What happened to crop circles? There was a time in the late 1990s and early 2000s when you couldn’t stroll through a sci-fi field without encountering the odd patterns pressed into the crop. From The X-Files and M. Night Shyamalan’s Signs to alarmed media reports from rural spots in North America, the UK, Russia, Japan, and India, crop circles were a supposedly mysterious phenomenon that some believed were the products of extraterrestrial activities. But now in 2023 we rarely hear about them. So what happened?
The history of a mystery
Some things are trickier to explain than others while some things have multiple competing explanations that don’t quite fit and so investigations continue. However, crop circles are not among them. They are a type of landscape art that was made by mundane agents – humans.
This perspective is not popular among devoted believers who still regard crop circles as evidence of alien visitations, but there has not been any scientific evidence to support these fringe assertions. Instead, what we have is a specific history that is difficult to deny and pretty funny. But let’s not jump to the finish all at once. Let’s explore the story as it emerged.
To be sure, the history of crop circles is not limited to the last years of the 20th century. In 1678, similar markings in cereal crops appeared in some fields in Hertfordshire, England, that were blamed on the Devil. Although some regard this as the first recorded instance of crop circles, it has been pointed out that the stalks of the Hertfordshire crops were cut into shape, rather than bent – an important characteristic of modern crop circles.
In 1880, the editor of Nature published a letter from John Rand Capron, that described several “circular spots” that appeared in a field that he believed were caused by cyclonic winds.
By the second half of the 20th century, crop circles were popping up more frequently and receiving more attention. In 1963, Sir Patrick Moore, the English astronomer, described a crater he saw in a field in Wiltshire, England, that may have been caused by a meteor impact. Interestingly, some of the surrounding fields exhibited spiral formations in the crops, which Moore explained as likely caused by “violent air currents produced by the falling body”. This he asserted, could be attested to by the fact that all the patterns in the wheat led to the crater.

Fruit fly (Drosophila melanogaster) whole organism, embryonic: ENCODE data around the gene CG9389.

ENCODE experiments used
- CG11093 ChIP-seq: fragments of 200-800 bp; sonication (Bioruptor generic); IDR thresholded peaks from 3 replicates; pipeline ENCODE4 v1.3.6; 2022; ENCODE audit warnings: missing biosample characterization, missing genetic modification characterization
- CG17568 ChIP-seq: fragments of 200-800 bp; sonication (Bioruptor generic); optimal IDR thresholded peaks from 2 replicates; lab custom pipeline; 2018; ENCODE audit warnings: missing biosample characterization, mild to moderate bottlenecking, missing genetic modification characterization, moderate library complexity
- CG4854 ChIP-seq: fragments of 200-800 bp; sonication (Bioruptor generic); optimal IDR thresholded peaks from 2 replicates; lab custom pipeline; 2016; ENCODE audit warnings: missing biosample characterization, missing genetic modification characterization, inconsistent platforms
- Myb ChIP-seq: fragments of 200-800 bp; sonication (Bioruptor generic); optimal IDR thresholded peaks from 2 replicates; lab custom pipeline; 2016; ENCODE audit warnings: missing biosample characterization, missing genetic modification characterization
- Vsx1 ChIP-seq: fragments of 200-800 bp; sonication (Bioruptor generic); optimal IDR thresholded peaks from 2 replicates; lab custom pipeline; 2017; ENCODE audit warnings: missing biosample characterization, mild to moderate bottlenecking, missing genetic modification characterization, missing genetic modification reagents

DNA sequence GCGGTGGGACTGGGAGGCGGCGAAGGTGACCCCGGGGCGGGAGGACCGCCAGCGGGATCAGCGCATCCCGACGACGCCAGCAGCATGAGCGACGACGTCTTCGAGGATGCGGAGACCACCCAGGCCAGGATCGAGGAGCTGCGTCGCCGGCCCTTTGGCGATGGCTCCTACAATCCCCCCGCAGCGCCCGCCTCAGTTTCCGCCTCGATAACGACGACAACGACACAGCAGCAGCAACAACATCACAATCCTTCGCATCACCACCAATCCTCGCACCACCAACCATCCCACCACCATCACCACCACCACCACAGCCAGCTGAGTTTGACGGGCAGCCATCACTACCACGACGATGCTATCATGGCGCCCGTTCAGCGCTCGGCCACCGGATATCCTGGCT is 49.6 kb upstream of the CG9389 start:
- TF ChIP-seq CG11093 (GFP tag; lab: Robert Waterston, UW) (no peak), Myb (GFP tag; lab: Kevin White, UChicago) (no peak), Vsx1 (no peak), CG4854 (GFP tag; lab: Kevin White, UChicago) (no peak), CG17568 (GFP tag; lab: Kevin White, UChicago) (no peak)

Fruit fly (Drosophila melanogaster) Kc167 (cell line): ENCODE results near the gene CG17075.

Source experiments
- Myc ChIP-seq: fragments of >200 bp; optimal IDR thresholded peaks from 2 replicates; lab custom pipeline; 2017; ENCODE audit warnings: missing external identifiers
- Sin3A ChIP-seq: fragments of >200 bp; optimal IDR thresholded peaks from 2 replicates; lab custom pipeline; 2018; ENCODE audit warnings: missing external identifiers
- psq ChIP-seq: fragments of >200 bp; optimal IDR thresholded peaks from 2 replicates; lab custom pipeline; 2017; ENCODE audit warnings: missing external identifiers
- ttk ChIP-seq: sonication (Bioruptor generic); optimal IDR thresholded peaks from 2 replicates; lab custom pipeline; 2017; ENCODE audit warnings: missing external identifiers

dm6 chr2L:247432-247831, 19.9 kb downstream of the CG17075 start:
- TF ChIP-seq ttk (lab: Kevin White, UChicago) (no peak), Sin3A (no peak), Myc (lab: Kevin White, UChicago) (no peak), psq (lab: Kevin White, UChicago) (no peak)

But while Moore was offering a more natural explanation, other reports were starting to mix these markings with more unusual sources. In the same decade, similar circles appeared in Australian news reports and were described as evidence of UFO landings. At the same time, the fields in Warminster, Wiltshire, become a hotspot for the “sky watchers” UFO spotters who circulated ideas about crop circles and “saucer nests”. Of course, none of their circles were ever photographed.
Interest in crop circles was now growing, but the enthusiasm for the phenomenon and all things alien reached a new level in the late 1970s, when Jesse Marcel, a retired Air Force officer, gave an interview about the alleged 1947 Roswell incident. According to Marcel, there was something alien hidden in the New Mexico desert.
The stage was very much set for some cunning exploitation. Enter the pranksters.
The hoax heard around the world
In 1976, during the "hay" day of the alien excitement (yes, that's a crop pun), two Englishmen were having a pint one evening and came up with a plan. Doug Bower and Dave Chorley started using planks of wood with ropes attached to them to stamp circles into crops in the fields near Conholt, the border between Hampshire and Wiltshire. To do so, they held the ropes up while stepping on the planks, applying enough pressure to bend the stalks but not necessarily break them.
Bower and Chorley later claimed to have created more than 200 patterns over the years. In 1991, the scamps confessed to their pranks in a story called “Men who conned the world” which was published by the British newspaper Today. The newspaper even verified their claims by examining photos of their work.
In a time before social media, their prank went “viral” and was soon being replicated by others across the world, not dissimilar to the 2020 monolith craze. Despite claims by UFO fans that these patterns could not be made by humans (claims that still occur today), it turns out that all you need is a bit of wood and some rope to make a good job of it. Gradually, interest in the phenomenon waned and ceased to be credible evidence of extraterrestrials.
Today, crop circles are often created with amazing patterns that are a form of landscape art. Although we now know exactly how they are created, many believers continue to ignore the evidence.